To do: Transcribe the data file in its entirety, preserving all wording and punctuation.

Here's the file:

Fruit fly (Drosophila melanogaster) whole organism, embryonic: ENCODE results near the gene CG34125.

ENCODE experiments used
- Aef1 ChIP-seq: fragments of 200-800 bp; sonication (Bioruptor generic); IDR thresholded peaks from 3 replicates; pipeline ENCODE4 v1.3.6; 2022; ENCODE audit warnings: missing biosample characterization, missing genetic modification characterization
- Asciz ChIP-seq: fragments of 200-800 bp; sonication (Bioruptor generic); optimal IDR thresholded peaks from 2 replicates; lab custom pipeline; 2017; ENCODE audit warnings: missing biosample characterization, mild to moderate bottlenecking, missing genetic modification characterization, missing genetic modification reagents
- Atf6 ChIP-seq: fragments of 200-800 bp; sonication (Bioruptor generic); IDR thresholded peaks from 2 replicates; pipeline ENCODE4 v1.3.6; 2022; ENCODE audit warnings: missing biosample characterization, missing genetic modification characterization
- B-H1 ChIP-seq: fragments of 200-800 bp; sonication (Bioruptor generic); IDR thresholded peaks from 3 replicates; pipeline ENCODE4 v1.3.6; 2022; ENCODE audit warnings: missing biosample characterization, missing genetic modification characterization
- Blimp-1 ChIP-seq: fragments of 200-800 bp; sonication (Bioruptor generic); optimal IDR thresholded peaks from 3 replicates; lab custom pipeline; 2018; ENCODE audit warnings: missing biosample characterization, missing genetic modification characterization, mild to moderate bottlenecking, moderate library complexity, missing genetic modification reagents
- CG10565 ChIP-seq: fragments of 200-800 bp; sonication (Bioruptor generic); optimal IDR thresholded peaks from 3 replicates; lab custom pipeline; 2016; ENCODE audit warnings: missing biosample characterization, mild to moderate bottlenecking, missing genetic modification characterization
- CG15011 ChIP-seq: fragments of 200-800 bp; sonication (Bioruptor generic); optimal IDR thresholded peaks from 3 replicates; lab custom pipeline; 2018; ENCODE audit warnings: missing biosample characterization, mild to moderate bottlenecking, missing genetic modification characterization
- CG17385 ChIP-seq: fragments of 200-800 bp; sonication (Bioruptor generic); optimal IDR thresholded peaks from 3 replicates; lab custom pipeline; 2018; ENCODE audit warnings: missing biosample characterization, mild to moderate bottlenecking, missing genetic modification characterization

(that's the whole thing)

Fruit fly (Drosophila melanogaster) whole organism, embryonic: ENCODE results near the gene CG34125.

ENCODE experiments used
- Aef1 ChIP-seq: fragments of 200-800 bp; sonication (Bioruptor generic); IDR thresholded peaks from 3 replicates; pipeline ENCODE4 v1.3.6; 2022; ENCODE audit warnings: missing biosample characterization, missing genetic modification characterization
- Asciz ChIP-seq: fragments of 200-800 bp; sonication (Bioruptor generic); optimal IDR thresholded peaks from 2 replicates; lab custom pipeline; 2017; ENCODE audit warnings: missing biosample characterization, mild to moderate bottlenecking, missing genetic modification characterization, missing genetic modification reagents
- Atf6 ChIP-seq: fragments of 200-800 bp; sonication (Bioruptor generic); IDR thresholded peaks from 2 replicates; pipeline ENCODE4 v1.3.6; 2022; ENCODE audit warnings: missing biosample characterization, missing genetic modification characterization
- B-H1 ChIP-seq: fragments of 200-800 bp; sonication (Bioruptor generic); IDR thresholded peaks from 3 replicates; pipeline ENCODE4 v1.3.6; 2022; ENCODE audit warnings: missing biosample characterization, missing genetic modification characterization
- Blimp-1 ChIP-seq: fragments of 200-800 bp; sonication (Bioruptor generic); optimal IDR thresholded peaks from 3 replicates; lab custom pipeline; 2018; ENCODE audit warnings: missing biosample characterization, missing genetic modification characterization, mild to moderate bottlenecking, moderate library complexity, missing genetic modification reagents
- CG10565 ChIP-seq: fragments of 200-800 bp; sonication (Bioruptor generic); optimal IDR thresholded peaks from 3 replicates; lab custom pipeline; 2016; ENCODE audit warnings: missing biosample characterization, mild to moderate bottlenecking, missing genetic modification characterization
- CG15011 ChIP-seq: fragments of 200-800 bp; sonication (Bioruptor generic); optimal IDR thresholded peaks from 3 replicates; lab custom pipeline; 2018; ENCODE audit warnings: missing biosample characterization, mild to moderate bottlenecking, missing genetic modification characterization
- CG17385 ChIP-seq: fragments of 200-800 bp; sonication (Bioruptor generic); optimal IDR thresholded peaks from 3 replicates; lab custom pipeline; 2018; ENCODE audit warnings: missing biosample characterization, mild to moderate bottlenecking, missing genetic modification characterization